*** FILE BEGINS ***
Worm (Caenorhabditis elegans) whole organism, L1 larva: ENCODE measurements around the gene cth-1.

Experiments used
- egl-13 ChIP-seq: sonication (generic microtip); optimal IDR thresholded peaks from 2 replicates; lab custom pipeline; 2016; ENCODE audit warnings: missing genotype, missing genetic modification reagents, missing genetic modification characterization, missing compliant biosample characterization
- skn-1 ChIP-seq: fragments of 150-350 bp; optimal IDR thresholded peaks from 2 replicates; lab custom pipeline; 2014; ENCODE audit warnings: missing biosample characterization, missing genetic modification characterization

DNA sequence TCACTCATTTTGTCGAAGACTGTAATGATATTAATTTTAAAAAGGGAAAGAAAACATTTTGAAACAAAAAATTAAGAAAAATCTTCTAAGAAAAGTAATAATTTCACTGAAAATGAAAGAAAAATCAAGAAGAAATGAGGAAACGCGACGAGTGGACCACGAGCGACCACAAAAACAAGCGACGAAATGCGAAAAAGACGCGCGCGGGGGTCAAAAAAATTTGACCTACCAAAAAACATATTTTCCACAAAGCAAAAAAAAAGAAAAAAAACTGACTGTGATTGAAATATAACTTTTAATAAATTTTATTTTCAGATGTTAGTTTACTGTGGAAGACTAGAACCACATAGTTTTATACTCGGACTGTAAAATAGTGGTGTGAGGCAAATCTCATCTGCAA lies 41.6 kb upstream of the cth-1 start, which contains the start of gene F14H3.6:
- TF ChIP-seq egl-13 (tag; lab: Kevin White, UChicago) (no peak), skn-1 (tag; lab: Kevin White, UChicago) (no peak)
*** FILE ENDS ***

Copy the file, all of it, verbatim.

Worm (Caenorhabditis elegans) whole organism, L1 larva: ENCODE measurements around the gene cth-1.

Experiments used
- egl-13 ChIP-seq: sonication (generic microtip); optimal IDR thresholded peaks from 2 replicates; lab custom pipeline; 2016; ENCODE audit warnings: missing genotype, missing genetic modification reagents, missing genetic modification characterization, missing compliant biosample characterization
- skn-1 ChIP-seq: fragments of 150-350 bp; optimal IDR thresholded peaks from 2 replicates; lab custom pipeline; 2014; ENCODE audit warnings: missing biosample characterization, missing genetic modification characterization

DNA sequence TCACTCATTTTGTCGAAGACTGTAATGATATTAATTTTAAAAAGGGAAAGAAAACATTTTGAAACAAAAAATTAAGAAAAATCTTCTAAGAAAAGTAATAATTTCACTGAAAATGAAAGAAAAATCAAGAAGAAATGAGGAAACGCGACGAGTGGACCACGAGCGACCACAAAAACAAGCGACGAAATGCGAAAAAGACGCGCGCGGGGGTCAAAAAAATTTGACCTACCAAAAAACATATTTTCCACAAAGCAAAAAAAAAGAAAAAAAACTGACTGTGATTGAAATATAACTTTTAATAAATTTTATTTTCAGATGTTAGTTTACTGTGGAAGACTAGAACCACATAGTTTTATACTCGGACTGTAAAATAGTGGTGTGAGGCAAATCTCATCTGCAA lies 41.6 kb upstream of the cth-1 start, which contains the start of gene F14H3.6:
- TF ChIP-seq egl-13 (tag; lab: Kevin White, UChicago) (no peak), skn-1 (tag; lab: Kevin White, UChicago) (no peak)